Saturday, May 29, 2010

David Toop Explains it All

There's a fascinating interview with David Toop conducted by Geeta Dayal over at Rhizome.

Toop has a new book coming out called Sinister Resonance, which seems worthy of a read. The interview is interesting for a number of reasons, not the least of which being the fact that much of Toop's current thought seems to have evolved either in tandem or directly as an engagement with the discussions on hauntology (which were surely themselves partially an outgrowth of Toop's own Haunted Weather). The new book relates these ideas to the history of sound in visual art, particularly how it was portrayed before recording technology came around.

“Sound is a haunting, a ghost, a presence whose location in space is ambiguous and whose existence in time is transitory.”

I was particularly taken by his notion of sound as a medium that's naturally uncanny. Whereas seeing and touching are believing, hearing is a sense that is manipulative and defined by uncertainty. We can rarely relie on hearing alone. Without recording sound, you can never be sure what was said because it is no longer being said (sound is transitive). You can never be sure of the source of the sound unless you are looking directly at it (combining hearing with another sense).

Toop also articulates the dangers in minimalism/extremism in art, which I've too expressed elsewhere(such as in this article which touches on free jazz). To Toop (and me), the 20th century modernist project was stalled largely due to the race to the margins. The problem was not so much whether art was ready for its own dissolution into bare essence (in the case of minimalism) or to move beyond representation (in the case of abstract expressionism/free jazz/freeform/noise), but where to go thereafer:

"In a sense, that has been our dilemma ever since -- for the artists, or for musicians, and the audience. Where do you go from there [after the nothingness and void of minimalism]? Do you go backwards? Do you go back to 19th century romantic music, or do you go back into figurative painting, or do you go into pure philosophy? Where do you go after that? It created this colossal dilemma, and you could characterize that as a kind of silence."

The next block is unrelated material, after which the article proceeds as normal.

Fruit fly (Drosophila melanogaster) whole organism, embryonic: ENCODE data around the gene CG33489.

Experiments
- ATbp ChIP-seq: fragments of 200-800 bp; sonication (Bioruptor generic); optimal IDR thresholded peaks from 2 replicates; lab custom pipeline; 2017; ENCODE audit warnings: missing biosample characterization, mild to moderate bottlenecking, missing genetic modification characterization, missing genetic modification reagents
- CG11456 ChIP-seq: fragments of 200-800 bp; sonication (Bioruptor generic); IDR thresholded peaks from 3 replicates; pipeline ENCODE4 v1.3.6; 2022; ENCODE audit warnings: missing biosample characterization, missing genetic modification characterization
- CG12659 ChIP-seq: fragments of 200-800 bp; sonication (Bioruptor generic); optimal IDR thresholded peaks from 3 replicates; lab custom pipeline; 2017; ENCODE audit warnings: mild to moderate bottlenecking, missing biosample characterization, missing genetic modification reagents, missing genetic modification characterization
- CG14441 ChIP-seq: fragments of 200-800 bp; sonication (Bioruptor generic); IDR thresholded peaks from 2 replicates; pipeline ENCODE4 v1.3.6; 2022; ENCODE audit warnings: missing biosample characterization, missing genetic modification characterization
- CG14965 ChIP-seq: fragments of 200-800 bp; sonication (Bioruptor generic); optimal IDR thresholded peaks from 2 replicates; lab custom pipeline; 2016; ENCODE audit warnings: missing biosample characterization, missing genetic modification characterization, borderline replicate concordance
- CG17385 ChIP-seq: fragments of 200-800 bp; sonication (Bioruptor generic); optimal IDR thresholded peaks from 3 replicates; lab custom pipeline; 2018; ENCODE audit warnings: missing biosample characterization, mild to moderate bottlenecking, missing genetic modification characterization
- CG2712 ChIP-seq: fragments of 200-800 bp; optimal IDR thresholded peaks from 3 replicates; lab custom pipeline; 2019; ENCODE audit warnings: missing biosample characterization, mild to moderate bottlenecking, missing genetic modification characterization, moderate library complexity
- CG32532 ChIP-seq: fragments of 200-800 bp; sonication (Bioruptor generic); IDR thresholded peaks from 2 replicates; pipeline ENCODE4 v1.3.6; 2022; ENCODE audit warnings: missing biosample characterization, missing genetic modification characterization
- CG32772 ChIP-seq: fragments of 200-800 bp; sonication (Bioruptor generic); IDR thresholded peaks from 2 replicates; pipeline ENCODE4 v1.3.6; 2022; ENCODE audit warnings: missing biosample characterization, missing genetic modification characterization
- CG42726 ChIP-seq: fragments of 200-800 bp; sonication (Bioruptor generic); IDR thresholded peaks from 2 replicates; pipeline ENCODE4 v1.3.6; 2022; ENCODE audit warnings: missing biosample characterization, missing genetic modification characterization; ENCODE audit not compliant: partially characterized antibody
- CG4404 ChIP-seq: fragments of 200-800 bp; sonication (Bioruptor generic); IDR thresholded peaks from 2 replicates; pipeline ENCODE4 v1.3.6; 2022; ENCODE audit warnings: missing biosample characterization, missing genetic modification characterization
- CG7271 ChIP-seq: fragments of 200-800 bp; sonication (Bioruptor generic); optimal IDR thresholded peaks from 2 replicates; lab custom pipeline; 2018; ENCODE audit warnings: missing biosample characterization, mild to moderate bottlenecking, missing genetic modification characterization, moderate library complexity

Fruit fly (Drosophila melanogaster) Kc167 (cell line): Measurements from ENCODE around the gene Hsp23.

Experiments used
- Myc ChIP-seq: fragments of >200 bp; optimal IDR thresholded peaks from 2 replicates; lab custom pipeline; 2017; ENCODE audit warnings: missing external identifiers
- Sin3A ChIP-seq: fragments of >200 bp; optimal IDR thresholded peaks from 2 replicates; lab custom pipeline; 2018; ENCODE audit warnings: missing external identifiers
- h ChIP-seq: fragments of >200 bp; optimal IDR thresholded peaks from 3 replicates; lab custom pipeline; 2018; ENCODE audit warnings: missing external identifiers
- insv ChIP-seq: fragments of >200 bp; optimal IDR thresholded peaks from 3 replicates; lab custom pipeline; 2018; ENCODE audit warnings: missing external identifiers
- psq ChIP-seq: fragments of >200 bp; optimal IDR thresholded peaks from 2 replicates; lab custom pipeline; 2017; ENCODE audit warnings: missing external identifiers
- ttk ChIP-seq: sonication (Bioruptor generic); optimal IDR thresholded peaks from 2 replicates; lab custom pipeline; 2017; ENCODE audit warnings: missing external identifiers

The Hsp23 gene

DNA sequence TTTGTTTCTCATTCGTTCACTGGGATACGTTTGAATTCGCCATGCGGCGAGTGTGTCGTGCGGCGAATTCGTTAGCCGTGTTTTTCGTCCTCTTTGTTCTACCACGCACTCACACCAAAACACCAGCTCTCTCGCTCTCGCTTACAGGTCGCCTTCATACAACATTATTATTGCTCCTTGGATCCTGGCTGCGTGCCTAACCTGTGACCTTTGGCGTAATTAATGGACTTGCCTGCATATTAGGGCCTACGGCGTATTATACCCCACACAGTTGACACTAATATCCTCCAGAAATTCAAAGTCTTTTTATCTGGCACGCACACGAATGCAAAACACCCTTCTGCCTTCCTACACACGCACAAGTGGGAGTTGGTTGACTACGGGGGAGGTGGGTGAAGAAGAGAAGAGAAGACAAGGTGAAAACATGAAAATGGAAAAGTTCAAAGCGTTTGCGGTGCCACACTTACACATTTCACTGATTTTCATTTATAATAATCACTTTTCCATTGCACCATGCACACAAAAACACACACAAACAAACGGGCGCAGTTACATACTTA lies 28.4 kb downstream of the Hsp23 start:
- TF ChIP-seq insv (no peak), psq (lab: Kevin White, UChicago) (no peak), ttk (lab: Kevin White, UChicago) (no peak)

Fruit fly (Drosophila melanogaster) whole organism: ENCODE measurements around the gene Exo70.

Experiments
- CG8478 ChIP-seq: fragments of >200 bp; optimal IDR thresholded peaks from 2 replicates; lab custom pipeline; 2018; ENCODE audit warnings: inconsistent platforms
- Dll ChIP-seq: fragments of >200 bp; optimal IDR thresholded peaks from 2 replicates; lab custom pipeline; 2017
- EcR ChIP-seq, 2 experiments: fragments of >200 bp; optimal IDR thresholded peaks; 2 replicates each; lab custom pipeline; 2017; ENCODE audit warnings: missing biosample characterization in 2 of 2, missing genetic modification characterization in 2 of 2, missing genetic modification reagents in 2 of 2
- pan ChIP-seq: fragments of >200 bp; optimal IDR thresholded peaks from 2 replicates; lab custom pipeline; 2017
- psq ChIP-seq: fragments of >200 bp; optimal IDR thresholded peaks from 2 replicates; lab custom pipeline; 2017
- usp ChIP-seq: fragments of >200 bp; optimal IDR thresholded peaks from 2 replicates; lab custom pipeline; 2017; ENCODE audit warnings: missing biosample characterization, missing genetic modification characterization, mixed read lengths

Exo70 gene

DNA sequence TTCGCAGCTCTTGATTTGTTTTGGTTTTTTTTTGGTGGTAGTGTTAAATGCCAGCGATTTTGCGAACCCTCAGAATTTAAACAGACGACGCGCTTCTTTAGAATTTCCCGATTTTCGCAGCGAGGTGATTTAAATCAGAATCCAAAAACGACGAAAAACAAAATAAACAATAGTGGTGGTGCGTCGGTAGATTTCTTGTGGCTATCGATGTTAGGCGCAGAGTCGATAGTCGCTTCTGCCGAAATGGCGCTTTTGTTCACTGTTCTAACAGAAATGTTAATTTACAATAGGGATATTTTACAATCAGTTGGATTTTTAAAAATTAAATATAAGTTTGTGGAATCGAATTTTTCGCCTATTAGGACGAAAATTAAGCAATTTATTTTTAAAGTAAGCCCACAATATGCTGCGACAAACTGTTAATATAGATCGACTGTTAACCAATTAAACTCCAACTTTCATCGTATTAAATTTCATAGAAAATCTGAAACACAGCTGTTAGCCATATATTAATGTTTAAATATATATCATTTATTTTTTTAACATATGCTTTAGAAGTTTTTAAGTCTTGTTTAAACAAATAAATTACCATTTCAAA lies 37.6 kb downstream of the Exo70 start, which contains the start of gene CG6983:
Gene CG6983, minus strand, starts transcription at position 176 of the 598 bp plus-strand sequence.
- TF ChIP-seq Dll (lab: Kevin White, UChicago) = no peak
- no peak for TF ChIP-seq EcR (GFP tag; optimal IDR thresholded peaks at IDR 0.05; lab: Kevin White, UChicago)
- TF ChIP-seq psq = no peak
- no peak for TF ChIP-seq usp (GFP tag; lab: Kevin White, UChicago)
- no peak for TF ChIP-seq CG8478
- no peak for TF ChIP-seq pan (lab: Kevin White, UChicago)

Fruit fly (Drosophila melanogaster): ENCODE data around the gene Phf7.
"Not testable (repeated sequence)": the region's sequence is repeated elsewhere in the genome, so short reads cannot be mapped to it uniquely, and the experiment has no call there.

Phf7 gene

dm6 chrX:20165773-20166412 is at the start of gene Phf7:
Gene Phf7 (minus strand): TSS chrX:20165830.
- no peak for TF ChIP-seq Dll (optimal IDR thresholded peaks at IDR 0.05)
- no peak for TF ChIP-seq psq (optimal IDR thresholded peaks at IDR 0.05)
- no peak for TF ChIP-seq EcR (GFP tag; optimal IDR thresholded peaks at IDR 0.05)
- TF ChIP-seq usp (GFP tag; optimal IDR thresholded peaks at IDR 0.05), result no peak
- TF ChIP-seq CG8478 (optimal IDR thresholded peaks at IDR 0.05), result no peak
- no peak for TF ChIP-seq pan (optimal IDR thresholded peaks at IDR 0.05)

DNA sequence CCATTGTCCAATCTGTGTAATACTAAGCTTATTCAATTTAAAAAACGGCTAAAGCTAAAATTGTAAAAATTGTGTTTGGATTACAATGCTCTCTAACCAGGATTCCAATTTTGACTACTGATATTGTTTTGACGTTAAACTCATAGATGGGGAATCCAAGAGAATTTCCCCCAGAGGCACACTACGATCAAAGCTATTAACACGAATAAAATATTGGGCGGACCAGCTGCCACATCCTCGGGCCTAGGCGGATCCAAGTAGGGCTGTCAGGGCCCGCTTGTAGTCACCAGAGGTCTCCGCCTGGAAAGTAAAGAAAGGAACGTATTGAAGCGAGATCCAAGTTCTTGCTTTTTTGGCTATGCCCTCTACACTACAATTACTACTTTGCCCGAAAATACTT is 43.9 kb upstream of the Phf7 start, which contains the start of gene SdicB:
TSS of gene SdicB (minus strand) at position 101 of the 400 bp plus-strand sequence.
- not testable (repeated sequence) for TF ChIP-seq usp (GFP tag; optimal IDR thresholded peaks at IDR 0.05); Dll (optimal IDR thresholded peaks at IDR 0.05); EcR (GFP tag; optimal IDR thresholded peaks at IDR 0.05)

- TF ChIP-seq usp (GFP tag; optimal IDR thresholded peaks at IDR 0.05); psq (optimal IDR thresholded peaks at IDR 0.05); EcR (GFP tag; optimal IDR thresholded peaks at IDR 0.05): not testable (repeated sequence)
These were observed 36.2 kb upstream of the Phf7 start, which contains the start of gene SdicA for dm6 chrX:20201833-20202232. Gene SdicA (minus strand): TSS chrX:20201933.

After you've mapped the territorial boundaries of how far an artform can go, is there any coming back? What can now reside within those boundaries except existential despair? Does the introduction of minimalism and abstraction to a form spell an end to all novelty of the form?


Wednesday, May 26, 2010

It's Quite Possible...

That Ministry were the most interesting when they were most nascent...

Friday, May 14, 2010

On the Subject of Cover Art

A few posts back, I called attention to a review I have up of Robert A.A. Lowe and Rose Lazar's Eclipses. Lazar is notably for being solely the album's graphic artist, yet retains an artistic credit for the whole of the album. This assignment of authorship is not an arbitrary title, it's a recognition of authority. When the Cahiers du Cinema critics were establishing their criteria for who takes responsibility for a work, they ultimately decided that the authority rests with an author, something which all but the most casual film fans tend to agree upon now (yet it's producers, the financial centers of the film, who receive the Best Picture oscar-go figure).

Albums always seemed to have less ambiguity about authorship. The artist listed on the cover is the creator and mastermind behind the piece in front of you (though artists rarely "own" their own music). In some instances, there can be a contention that the work is actually the product of a producer moreso than the musician, who is just the vehicle or instrument through which the producer's ideas flow. The graphic artist has always seemed supplemental, since they are not actually a part of the recording, but certain records are granted aura and mystery by a great work of cover art, to the extent that the iconography of the cover itself becomes embedded into the music. Can bad cover art make an album "sound" worse? It certainly sounds superficial to think this could be the case, but since sound is reactive and intimately linked with the other senses it may just be that an album linked with shallow or tawdry iconography can get debased in the ears. The current era's solution, stripping music of all imagery, leaves us to our own poorly-establised echolocation.

Idiot's Guide to Dreaming linked to the page at Rate Your Music devoted to the art of Vaughan Oliver (of 23 Envelope), who was kind of a 4AD house artist and responsible for much of the mystified persona of that label. It's interesting looking through his collections and seeing how many things remain gorgeous works of art and how many seem extremely dated by the fashions of the time. Most of it is merely typography, which can offset the allure of an entire piece. There's also the whole "frame-within-a-frame" thing that seems to have been put to rest post desktop background patterns (which may be a product of record or cassette to CD transition):

Some work better than others:

For some reason, particularly with nudes:

The typography menace even continues to present day, as evidenced by this hideous cover:

Yet, in terms of iconography there's too many to mention:

This Mortal Coil 2.0: This Has To Be Some Kind of Joke

or just a dream made flesh?

A new album by a revised version of This Mortal Coil...looks amazing!

Thursday, May 13, 2010

Robert A.A. Lowe and Rose Lazar- Eclipses

Eclipses: A review of the new album by Robert A.A. Lowe and Rose Lazar. Lowe, you may know from the criminally under-discussed Lichens. Their album The Psychic Nature of Being would probably make my best of the naughts list if I ever get around to it.

A little bit in the article about the role of the graphic artist in music production too.